written by Jenny Mathews, contributing writer

After binge watching several episodes of the Netflix series Tidying Up with Marie Kondo, my resolve was firm: I was going to tackle the problem areas in my home. I was going to get rid of everything that didn’t “spark joy” for me and finally feel like every space was organized and clear of clutter. Four hours later, my closet gleamed, and my pride lifted as I observed the newly visible spaces between the hangers and the neatly folded rows of jeans on the shelf. The next weekend my husband and I attacked the storage room with a similarly pleasing result. The entire time I knew that the real problem area in my home — my office — was waiting patiently in my future for its long-awaited opportunity to spark anything but anxiety and overwhelm the hearts of brave souls who dare cross its threshold. Now, weeks later, the room is still waiting.

Surely, I am not alone and there are sympathetic masses who are nodding their heads as images of their own disorganized spaces run through their minds. What are some of the reasons it seems impossible to be completely organized and tidy? What obstacles slow us down in our journey to the land of the totally uncluttered? After consulting an expert, I narrowed the list to three:


How many of us think to set aside money in our budget to pay for expensive bins or drawer separators? Likely many of you have done as I have and picked up a bin or two as they’ve gone on sale and made the best of your mismatched, hodgepodge of storage solutions. Katie Bradley, owner of local business Clear Tidy Spaces, offers some inexpensive suggestions, like using shoe boxes for photo storage, cardboard boxes covered in clearance fabric as cubbies, and always keeping an eye out for clearance sales. Your space doesn’t need to qualify for the cover of Better Homes and Gardens, it just needs to work for YOU!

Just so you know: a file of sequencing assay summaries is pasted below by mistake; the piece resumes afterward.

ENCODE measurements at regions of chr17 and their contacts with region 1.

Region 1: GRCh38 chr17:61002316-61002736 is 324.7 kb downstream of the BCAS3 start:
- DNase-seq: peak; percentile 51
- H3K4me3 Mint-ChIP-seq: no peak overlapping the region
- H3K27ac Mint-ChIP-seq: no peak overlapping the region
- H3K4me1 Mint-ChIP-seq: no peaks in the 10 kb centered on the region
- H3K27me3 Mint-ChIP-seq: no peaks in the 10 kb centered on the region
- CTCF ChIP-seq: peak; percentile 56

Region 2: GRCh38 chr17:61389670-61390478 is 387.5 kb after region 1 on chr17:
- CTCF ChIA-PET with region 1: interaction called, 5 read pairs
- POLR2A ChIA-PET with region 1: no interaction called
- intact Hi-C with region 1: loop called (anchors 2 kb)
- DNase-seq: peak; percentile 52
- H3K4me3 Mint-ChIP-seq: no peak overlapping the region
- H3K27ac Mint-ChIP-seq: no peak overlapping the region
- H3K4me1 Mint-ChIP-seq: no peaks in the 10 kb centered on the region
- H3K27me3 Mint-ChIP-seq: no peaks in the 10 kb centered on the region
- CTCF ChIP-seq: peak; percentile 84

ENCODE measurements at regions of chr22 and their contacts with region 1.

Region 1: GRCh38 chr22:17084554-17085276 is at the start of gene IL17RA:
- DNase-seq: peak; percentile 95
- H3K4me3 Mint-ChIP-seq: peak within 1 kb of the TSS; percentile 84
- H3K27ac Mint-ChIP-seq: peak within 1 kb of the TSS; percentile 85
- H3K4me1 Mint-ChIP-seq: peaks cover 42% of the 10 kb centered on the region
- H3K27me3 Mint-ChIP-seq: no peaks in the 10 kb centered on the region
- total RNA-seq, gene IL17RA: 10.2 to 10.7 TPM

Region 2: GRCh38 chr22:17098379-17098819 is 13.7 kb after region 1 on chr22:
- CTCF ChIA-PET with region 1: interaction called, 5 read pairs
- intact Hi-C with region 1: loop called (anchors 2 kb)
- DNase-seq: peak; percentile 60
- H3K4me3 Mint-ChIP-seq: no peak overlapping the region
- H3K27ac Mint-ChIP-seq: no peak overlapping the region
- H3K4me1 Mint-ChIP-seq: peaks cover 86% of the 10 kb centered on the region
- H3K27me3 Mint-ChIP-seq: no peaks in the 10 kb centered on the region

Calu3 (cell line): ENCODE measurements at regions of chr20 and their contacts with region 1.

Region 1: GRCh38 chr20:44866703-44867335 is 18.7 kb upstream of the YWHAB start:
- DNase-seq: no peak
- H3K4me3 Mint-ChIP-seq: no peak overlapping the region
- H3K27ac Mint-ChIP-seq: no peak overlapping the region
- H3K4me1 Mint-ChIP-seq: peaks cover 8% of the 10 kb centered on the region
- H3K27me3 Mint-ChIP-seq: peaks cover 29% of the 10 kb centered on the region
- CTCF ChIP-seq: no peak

Googling “organized home office” yields images of spaces that seem way out of my space’s league. I can’t seem to make the connection between the mounds of stuff in my office and the clear desktop, single filing cabinet, and stylish bookshelf stacked with what appears to be mostly knickknacks. Let’s get real here. I have to store a lot of stuff in a my somewhat small space. Katie suggests beginning with the end in mind: What is the true purpose of the room? What needs to be accomplished in the space? Are there items that you don’t really need to store here, that will just end up becoming clutter? Don’t get caught up in the Pinterest-worthy images on the internet or in magazines. She also recommends describing, in two or three words, what you hope the space will feel like once you’re finished. If the words are something like “peaceful, productive, uncluttered,” keep those words constantly in mind while deciding what goes back into the room and what does not.


How long will this take? I don’t want to get started and not be able to finish. What if I clear everything out and realize I don’t have the time, energy, or resources to achieve my goal? According to Katie, overwhelm is one of the most common reasons people put off organizing. If you aren’t sure if you have the time or motivation to do the whole room, start with ONE small area — a cupboard, a drawer, or the desktop, for example. If you find you’re feeling pretty good about yourself and you want to keep going, great! You’ve got this!

Katie Bradley came by her passion for organizing after losing both parents and having to sort through their things. She knows how overwhelming it can be to stare a disorganized mess in the face with neither an endless supply of time or money at her disposal. Listen to our recent podcast interview with Katie by visiting our website, clicking on “Featured Families” tab and then you’ll see the link for our podcast called “Breakfast Epiphanies.” Hers is episode #28.